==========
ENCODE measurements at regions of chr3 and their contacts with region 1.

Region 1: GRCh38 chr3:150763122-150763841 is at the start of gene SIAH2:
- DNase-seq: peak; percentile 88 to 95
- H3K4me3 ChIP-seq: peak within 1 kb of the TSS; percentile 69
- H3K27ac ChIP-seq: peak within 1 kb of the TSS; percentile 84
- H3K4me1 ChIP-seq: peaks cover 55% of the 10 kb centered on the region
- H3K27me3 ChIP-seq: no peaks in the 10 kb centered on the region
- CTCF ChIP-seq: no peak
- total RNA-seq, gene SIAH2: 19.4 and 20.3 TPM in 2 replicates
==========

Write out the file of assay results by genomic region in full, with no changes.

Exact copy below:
ENCODE measurements at regions of chr3 and their contacts with region 1.

Region 1: GRCh38 chr3:150763122-150763841 is at the start of gene SIAH2:
- DNase-seq: peak; percentile 88 to 95
- H3K4me3 ChIP-seq: peak within 1 kb of the TSS; percentile 69
- H3K27ac ChIP-seq: peak within 1 kb of the TSS; percentile 84
- H3K4me1 ChIP-seq: peaks cover 55% of the 10 kb centered on the region
- H3K27me3 ChIP-seq: no peaks in the 10 kb centered on the region
- CTCF ChIP-seq: no peak
- total RNA-seq, gene SIAH2: 19.4 and 20.3 TPM in 2 replicates